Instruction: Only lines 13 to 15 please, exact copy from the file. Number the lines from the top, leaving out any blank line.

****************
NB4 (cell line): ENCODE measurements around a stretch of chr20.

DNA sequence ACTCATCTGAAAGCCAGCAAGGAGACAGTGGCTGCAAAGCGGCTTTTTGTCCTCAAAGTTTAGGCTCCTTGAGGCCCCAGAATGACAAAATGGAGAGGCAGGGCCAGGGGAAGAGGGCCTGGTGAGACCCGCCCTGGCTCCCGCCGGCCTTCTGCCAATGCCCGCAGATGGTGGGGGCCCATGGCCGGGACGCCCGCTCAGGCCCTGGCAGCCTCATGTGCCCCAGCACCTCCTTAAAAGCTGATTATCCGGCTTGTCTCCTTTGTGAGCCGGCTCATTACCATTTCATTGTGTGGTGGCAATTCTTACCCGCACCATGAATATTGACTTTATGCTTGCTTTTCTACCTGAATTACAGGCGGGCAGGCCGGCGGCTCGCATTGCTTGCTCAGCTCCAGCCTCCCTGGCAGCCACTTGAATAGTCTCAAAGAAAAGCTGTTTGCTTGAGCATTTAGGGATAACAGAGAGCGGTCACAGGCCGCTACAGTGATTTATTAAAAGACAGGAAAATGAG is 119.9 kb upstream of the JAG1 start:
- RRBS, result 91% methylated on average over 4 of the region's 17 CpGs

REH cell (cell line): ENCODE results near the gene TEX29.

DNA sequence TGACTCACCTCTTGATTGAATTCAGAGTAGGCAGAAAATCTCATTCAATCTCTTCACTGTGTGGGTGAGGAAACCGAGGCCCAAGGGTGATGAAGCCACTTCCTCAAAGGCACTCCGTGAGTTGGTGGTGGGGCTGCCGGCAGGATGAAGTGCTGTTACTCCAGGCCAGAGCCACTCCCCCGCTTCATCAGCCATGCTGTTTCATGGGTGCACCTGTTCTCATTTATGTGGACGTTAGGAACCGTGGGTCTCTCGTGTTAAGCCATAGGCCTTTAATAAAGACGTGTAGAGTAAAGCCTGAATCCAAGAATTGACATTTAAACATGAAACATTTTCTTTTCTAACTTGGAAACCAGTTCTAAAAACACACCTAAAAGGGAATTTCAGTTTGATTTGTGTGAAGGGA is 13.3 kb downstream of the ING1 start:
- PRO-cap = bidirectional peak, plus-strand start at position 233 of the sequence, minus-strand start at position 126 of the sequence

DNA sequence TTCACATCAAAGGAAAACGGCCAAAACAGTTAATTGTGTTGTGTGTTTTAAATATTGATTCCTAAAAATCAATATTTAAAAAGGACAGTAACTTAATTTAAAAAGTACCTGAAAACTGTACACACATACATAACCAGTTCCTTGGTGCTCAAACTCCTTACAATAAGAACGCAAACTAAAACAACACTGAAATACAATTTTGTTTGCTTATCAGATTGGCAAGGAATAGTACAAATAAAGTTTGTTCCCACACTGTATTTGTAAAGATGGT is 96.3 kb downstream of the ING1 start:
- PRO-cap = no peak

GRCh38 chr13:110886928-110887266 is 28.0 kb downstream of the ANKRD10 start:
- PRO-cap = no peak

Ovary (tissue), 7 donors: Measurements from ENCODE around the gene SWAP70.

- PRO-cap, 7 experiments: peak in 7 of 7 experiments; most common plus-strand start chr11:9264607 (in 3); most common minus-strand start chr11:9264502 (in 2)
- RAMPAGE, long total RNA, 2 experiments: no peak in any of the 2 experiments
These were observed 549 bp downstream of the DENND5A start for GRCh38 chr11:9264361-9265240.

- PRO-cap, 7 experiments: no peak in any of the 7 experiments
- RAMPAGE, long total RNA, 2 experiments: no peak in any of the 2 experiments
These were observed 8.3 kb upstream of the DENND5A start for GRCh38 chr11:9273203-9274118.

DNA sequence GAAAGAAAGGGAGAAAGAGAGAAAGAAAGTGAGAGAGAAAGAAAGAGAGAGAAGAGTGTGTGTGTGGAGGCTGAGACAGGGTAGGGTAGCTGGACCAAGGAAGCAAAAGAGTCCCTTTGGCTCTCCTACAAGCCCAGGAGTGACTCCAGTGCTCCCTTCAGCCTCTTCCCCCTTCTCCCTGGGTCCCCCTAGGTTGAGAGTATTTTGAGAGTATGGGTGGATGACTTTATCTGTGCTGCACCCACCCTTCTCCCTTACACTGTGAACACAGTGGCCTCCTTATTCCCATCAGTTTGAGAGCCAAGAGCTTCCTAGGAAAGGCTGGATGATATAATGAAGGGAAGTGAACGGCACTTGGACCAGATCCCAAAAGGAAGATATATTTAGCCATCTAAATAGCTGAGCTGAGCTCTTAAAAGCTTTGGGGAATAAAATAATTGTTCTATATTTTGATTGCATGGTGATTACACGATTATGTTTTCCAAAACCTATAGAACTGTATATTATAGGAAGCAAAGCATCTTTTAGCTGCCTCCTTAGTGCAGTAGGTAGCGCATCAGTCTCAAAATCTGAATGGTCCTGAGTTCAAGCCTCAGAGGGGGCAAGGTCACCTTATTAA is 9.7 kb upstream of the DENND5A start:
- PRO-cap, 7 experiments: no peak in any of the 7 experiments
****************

- RAMPAGE, long total RNA, 2 experiments: no peak in any of the 2 experiments
These were observed 549 bp downstream of the DENND5A start for GRCh38 chr11:9264361-9265240.

- PRO-cap, 7 experiments: no peak in any of the 7 experiments